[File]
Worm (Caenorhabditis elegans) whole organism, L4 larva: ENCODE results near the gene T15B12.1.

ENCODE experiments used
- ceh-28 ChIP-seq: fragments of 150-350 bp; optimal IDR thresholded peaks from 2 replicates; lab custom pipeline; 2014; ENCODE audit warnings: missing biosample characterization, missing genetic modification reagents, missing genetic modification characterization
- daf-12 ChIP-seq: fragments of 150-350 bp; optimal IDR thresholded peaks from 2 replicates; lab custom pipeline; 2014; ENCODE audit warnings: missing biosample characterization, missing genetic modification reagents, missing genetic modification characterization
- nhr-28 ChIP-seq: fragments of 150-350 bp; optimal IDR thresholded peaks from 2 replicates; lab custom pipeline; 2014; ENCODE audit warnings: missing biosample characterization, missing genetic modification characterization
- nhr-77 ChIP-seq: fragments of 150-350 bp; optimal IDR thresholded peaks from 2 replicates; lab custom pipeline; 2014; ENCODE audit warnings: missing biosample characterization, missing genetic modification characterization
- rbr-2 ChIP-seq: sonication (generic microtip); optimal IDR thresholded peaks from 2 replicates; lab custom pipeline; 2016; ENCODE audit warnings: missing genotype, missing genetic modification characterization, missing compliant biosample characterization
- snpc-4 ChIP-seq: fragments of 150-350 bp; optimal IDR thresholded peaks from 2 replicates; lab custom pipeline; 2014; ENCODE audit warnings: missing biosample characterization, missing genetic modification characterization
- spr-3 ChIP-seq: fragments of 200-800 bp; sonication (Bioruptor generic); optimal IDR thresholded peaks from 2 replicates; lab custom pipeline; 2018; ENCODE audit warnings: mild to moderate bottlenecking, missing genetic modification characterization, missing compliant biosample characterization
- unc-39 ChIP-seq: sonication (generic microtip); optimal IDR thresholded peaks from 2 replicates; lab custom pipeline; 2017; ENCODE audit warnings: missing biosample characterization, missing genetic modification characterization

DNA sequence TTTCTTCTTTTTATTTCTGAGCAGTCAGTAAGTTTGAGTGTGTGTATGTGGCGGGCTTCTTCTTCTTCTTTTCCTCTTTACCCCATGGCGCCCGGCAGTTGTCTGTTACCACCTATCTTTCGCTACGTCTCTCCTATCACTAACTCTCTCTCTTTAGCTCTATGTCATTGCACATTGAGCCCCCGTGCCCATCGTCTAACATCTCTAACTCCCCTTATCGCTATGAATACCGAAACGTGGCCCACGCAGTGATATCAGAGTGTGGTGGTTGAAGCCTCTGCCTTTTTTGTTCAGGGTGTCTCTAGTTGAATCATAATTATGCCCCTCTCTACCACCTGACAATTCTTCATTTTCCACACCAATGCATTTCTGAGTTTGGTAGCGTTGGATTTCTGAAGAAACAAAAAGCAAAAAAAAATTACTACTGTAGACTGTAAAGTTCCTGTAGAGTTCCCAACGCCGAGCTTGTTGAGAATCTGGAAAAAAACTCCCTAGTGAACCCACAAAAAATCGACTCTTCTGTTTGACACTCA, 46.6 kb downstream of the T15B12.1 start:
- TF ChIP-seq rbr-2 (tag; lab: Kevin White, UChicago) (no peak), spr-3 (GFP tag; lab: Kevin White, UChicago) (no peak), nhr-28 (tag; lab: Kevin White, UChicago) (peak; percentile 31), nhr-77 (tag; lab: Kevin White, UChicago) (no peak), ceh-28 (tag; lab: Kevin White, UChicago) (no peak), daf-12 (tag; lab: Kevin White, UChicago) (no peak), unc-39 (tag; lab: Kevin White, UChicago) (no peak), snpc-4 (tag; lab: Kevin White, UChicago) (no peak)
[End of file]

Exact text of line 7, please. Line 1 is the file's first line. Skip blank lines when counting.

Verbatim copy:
- rbr-2 ChIP-seq: sonication (generic microtip); optimal IDR thresholded peaks from 2 replicates; lab custom pipeline; 2016; ENCODE audit warnings: missing genotype, missing genetic modification characterization, missing compliant biosample characterization